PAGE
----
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Learning Supports Available in College/FE

Application to Third Level

All colleges welcome applications from students with disabilities, and aim to achieve a situation where no student who would otherwise gain admission will be prevented from doing so by reason of disability.

The Disability Support Service in the college should be the first point of contact. This service can provide valuable information and support about application procedures and also advise on available supports within the college.

CAO Application

All applications to third level colleges are processed centrally through the CAO system, including those of students with disabilities such as dyslexia who may be seeking additional support or alternative entry.

A student’s disability should be noted when making application on the CAO form.  This notifies the colleges that the student is applying to, and gives them time to contact each student to find out what special requirements or considerations they may need.

In the case of students with dyslexia, the colleges (through the CAO) will ask the student to submit an up-to-date psycho-educational assessment report (not more than 3 years old) which illustrates their dyslexic profile and details their learning support requirements at third level.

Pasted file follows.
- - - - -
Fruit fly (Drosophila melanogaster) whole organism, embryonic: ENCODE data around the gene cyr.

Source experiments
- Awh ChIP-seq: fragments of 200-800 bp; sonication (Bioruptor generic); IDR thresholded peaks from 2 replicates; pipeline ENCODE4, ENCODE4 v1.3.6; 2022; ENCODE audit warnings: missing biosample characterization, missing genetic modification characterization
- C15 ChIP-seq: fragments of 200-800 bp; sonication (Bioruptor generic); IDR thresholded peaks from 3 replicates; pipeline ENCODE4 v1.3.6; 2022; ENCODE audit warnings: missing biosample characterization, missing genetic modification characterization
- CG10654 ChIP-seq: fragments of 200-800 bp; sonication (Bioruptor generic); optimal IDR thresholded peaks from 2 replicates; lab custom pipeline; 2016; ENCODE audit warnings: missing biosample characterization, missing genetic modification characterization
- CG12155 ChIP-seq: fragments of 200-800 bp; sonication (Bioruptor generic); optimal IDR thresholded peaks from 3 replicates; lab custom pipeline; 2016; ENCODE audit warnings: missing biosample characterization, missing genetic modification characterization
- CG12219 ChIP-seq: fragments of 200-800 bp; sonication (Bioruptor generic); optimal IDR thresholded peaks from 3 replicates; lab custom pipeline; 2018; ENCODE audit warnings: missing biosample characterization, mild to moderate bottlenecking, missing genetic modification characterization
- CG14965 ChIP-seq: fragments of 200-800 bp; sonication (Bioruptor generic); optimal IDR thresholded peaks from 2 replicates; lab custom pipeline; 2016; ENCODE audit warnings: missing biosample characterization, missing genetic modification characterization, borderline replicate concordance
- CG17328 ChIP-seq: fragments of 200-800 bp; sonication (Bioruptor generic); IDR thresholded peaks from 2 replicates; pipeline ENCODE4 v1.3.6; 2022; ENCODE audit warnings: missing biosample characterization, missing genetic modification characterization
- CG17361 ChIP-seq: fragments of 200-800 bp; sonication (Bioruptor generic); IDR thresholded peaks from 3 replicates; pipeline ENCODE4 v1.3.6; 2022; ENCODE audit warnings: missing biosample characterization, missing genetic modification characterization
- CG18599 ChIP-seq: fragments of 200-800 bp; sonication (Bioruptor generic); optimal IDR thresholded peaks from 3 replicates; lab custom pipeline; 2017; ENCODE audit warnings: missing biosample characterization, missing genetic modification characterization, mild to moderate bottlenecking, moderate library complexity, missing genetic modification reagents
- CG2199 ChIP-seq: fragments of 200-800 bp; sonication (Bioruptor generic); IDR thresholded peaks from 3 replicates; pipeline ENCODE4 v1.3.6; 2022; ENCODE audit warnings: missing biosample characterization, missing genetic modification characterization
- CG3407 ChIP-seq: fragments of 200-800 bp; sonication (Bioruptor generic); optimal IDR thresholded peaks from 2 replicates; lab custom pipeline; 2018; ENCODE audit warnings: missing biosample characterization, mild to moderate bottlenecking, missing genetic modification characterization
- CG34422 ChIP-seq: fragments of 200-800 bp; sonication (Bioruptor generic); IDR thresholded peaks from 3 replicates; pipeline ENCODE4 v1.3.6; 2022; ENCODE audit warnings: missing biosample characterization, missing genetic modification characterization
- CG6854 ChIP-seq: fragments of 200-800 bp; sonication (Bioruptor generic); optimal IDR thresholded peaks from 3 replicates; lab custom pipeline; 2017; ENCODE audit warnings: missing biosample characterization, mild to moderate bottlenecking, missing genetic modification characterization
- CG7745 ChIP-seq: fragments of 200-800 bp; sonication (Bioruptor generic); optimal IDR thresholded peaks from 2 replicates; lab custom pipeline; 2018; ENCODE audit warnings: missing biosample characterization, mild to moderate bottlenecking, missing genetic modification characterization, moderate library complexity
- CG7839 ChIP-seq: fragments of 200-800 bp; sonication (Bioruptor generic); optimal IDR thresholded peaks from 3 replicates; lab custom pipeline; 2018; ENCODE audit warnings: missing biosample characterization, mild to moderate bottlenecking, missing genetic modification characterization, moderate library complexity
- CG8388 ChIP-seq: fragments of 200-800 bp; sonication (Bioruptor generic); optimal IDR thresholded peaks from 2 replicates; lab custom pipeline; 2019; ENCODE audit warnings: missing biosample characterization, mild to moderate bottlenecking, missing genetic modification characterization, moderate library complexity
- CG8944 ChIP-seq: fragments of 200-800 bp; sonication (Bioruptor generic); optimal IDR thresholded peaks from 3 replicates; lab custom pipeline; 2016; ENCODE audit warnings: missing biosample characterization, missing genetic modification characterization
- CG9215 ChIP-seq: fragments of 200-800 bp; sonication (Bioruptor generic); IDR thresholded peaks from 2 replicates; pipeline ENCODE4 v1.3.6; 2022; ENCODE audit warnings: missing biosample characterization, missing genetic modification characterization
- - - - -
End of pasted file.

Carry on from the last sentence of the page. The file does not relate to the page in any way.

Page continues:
Some colleges offer an alternative entry route called D.A.R.E., the Disability Access Route to Higher Education ( ). This is targeted to students with disabilities, including significant dyslexia.  Alternative entry can allow access to courses by students who would otherwise not have access. It recognises the impact of the disability on points, i.e. that the student with dyslexia may not reach the points required.  Through the alternative entry route, colleges can assess students’ suitability and aptitude for courses on an individual basis.  School leavers who wish to be considered for DARE must apply as part of their CAO application ( before February 1st.  They will be asked to complete a Supplementary Information Form.

Many students who applied to D.A.R.E. in previous years were ineligible because they failed to submit appropriate evidence of disability documentation. Further information on D.A.R.E. can be found on their website including details on criteria. Contact details for all the participating colleges are included on the website, and colleges are happy to be contacted to discuss any queries. D.A.R.E. is only about access to college, not about assessing what supports a student may get in college.

Exemptions from language entry requirements is covered in the Language subsection.

While some courses can only be accessed directly through a degree course entry (e.g. medicine), many others can be accessed through the P.L.C. to Diploma to Degree route. This ladder system may take a year or two more, but the end result is the same. A degree is a degree, and whether it takes 3, 4 or 5 years to achieve, the end result is the same.

Support While at Third Level